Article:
The Ohio Department of Transportation is using public engagement methods to identify ways to reduce potential impacts on low-income and minority residents from a new 3.5-mile urban boulevard project in Cleveland.
The environmental justice efforts related to the “Cleveland Opportunity Corridor” project have been well received by residents and have resulted in several strategies approved by the impacted neighborhoods.
The project, which is expected to support the revival and redevelopment of an underserved area of Cleveland, required mitigation to address potential adverse impacts on the high percentage of low income and minority populations living and working within the project area. The project is jointly managed by the Ohio Department of Transportation, the City of Cleveland, Greater Cleveland Partnership, and the Opportunity Corridor Partnership Office.
ODOT begin public engagement in 2009 to obtain input from the affected neighborhoods. ODOT and the city provided information and solicited feedback using fliers posted at churches, community centers, and recreational facilities; verbal and written surveys and questionnaires; map and design exercises; one-on-one meetings; announcements through email, media advisories, direct mail, newspaper advertisements, and press releases; and interviews with residents and local businesses.
Over time, the project team adapted to the needs of the community. For example, reader-friendly newsletters and large-size font size on printed material were created, U.S. Postal Service data were used to reach more people including both property owners and tenants, and postage stamps were made available at meetings to facilitate the mailing of comments.
In-person meetings were designed to encourage participation. Meetings were held both in the evening and during the day to address concerns about safety and to be available to older adults and small business owners. Meetings were held in neutral locations within each neighborhood, and meeting sites were located as close as possible to residents and businesses.
ODOT also allowed attendees to rank and indicate their level of support for various functional elements and amenities, such as wayfinding signage, ornamental lighting, and dedicated bike lanes and streetscape elements.
The flexibility and diversity of public involvement methods allowed the project team to identify what the community felt was important and what types of mitigation measures would be the most beneficial. These methods also allowed ODOT to reach more people in the communities and, therefore, more people were able to participate and provide their input.
Based on these outreach efforts and the project team’s environmental justice impact analysis, ODOT and the City of Cleveland committed to various measures to mitigate potential impacts of the highway project.
One measure is the construction of two pedestrian and bike bridges. The neighborhoods in the project area abut segments of track used by freight railroad and rail transit. As part of the project, ODOT will create a bridge near the southern end of the project near the I-490/E 55th street interchange to provide access over the new boulevard for residents in the nearby neighborhood. The bridge will grant access to the Greater Cleveland Regional Transit Authority transit station just north of the boulevard.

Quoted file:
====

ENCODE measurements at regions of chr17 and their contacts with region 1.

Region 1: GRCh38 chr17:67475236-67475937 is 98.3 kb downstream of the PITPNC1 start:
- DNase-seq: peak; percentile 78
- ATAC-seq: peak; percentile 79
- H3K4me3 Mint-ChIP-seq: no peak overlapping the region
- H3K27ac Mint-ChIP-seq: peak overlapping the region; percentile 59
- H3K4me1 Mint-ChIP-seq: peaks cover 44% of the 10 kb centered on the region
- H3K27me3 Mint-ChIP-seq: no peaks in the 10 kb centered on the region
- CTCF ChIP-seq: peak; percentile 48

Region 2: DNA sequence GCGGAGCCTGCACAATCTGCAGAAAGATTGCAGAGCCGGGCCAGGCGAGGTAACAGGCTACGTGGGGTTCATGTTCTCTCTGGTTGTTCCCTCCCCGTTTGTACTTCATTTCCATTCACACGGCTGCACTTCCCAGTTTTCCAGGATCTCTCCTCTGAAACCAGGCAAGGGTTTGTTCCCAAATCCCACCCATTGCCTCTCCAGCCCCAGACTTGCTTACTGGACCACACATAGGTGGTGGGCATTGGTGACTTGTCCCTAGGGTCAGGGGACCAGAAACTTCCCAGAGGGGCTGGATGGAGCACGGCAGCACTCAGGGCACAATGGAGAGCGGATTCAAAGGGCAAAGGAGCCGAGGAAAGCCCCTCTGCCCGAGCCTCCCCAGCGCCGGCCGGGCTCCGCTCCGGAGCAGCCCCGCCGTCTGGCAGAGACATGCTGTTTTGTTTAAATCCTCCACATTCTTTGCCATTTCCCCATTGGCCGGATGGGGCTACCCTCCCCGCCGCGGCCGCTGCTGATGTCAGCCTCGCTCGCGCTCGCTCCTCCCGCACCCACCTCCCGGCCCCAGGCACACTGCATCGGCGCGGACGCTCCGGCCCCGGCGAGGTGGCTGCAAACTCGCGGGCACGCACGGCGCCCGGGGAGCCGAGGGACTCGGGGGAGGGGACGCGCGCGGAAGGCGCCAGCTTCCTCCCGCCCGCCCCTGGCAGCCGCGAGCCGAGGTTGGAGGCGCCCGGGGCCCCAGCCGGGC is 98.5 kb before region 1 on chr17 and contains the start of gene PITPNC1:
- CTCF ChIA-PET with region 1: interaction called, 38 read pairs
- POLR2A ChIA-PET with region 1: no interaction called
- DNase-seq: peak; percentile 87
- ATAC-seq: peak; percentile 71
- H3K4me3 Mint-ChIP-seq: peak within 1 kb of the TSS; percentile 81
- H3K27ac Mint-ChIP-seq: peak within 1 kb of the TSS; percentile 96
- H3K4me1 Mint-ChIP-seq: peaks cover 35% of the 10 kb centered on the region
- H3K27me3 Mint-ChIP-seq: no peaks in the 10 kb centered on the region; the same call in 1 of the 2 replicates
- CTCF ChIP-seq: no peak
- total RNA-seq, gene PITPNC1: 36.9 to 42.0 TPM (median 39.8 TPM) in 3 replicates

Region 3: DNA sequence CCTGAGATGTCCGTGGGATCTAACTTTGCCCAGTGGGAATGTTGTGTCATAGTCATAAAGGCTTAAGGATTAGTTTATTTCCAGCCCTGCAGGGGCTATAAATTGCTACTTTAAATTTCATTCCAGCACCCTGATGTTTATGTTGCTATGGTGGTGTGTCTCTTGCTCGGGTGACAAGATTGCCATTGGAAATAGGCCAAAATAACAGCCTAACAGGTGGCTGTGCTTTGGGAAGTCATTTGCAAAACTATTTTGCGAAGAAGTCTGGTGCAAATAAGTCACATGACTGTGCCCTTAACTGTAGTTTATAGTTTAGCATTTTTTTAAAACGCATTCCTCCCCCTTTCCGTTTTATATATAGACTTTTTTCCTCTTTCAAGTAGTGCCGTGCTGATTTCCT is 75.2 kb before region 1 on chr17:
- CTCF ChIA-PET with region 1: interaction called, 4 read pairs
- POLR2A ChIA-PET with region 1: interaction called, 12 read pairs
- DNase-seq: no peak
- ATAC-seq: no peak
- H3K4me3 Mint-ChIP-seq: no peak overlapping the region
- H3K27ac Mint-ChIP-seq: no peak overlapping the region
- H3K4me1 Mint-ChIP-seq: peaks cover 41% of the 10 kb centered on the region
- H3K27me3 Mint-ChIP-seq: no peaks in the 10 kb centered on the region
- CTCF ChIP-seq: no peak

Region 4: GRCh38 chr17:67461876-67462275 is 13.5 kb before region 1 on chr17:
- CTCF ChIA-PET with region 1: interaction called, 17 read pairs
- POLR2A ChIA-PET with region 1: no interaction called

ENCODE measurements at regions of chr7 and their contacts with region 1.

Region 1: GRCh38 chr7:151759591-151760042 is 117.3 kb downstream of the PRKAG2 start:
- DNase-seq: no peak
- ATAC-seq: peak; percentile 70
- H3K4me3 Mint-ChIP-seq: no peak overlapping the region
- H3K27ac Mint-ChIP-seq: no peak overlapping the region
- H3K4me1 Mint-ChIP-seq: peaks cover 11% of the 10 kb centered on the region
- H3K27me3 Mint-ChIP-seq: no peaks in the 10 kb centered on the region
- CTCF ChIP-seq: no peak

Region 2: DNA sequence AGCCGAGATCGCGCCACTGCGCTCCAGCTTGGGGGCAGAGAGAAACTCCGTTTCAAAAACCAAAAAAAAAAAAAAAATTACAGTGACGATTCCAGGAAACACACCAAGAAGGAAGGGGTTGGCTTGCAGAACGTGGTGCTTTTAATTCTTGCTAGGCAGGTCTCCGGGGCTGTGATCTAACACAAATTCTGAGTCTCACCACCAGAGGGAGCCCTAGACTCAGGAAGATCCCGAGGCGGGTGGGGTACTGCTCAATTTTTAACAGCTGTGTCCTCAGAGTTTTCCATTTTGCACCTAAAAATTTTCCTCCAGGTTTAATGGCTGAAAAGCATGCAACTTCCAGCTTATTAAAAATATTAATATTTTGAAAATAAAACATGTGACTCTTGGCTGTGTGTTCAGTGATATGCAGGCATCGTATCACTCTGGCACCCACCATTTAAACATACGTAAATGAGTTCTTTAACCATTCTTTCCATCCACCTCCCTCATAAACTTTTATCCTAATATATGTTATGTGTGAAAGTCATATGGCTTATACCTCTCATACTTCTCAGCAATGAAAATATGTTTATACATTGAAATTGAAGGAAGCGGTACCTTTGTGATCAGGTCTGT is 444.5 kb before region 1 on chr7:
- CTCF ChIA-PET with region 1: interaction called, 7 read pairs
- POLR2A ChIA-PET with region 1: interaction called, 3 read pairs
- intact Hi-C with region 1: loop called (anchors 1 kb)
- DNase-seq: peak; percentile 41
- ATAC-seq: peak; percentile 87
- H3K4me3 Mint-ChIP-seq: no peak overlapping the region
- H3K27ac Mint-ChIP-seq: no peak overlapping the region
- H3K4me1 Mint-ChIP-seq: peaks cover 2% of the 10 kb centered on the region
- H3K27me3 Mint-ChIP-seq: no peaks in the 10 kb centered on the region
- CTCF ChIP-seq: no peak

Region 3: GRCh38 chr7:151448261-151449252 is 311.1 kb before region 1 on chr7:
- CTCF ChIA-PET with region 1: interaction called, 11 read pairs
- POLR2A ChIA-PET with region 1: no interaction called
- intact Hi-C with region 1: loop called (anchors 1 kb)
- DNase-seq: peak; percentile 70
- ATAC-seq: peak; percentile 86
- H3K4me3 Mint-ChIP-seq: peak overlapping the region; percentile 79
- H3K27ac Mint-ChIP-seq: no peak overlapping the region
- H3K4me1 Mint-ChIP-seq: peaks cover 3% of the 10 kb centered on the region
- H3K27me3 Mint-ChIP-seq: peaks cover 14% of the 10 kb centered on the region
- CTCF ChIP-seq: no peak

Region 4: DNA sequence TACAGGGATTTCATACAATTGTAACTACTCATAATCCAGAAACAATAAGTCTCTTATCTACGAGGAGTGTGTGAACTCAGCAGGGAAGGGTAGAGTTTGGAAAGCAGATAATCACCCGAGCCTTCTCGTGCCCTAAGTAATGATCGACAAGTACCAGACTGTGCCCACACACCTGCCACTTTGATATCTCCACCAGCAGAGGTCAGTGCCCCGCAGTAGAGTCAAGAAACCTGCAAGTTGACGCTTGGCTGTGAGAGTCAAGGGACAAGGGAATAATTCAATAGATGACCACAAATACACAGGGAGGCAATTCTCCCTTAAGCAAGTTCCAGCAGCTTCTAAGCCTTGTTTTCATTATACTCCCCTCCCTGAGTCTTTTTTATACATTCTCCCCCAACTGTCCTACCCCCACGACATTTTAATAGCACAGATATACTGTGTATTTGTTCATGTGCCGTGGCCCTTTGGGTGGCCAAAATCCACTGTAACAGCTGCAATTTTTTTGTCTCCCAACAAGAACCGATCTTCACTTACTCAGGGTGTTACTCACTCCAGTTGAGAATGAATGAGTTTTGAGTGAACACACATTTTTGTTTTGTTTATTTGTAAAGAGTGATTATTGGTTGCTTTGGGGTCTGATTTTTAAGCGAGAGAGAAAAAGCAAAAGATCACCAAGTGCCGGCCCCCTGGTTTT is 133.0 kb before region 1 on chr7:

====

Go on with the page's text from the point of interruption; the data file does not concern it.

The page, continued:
A second bridge for pedestrians and cyclists will replace the existing vehicle bridge on East 89th Street that is scheduled for removal. This will maintain connection between neighborhoods north and south of the railroad tracks.
Additionally, ODOT is contributing $500,000 toward the planned expansion of the Kenneth L. Johnson Recreation Center, a city-owned park and fitness center that is an important community facility community. As another commitment, ODOT is providing at least $500,000 toward diversity hiring, using small and disadvantaged businesses as contractors, and providing job training and employment for people living in the vicinity of the project
Other mitigation measures include relocation assistance for required and voluntary residential relocations, the installation of noise walls, and enhancements throughout the neighborhoods, such as improved streetscapes, enhanced bus shelters, and more street lighting.
Context-specific public engagement activities assisted the project team in identifying mitigation measures that would best meet the needs of the community. Some of these measures included providing job training and voluntary housing relocation, which are not common mitigation measures for ODOT. Others included improving pedestrian access and safety, which occur much more frequently. Since the public had the opportunity to provide their input and explain what was most important to them at multiple points during project development, ODOT was able to design the project to have lasting benefits.
Challenges and Lessons Learned
The project team knew early in project development that the Opportunity Corridor’s complexity and location would require special consideration. While the goal of the project was to improve quality of life by providing better links and mobility and supporting economic development, there also would be negative impacts.
Working closely with community leaders and engaging a national environmental justice expert helped ensure that ODOT was incorporating the concerns of the community into project planning. The agency learned the importance of working very closely with the communities and being flexible with plans to engage the public. It is important to have the ability to change and adapt both public involvement activities and the project itself to meet the public’s needs.
The project was scheduled to be completed in three phases. Sections one and two have been opened to traffic as of November 2018. Section three, which includes both of the new pedestrian and bicycle bridges, is scheduled for completion by the fall of 2021.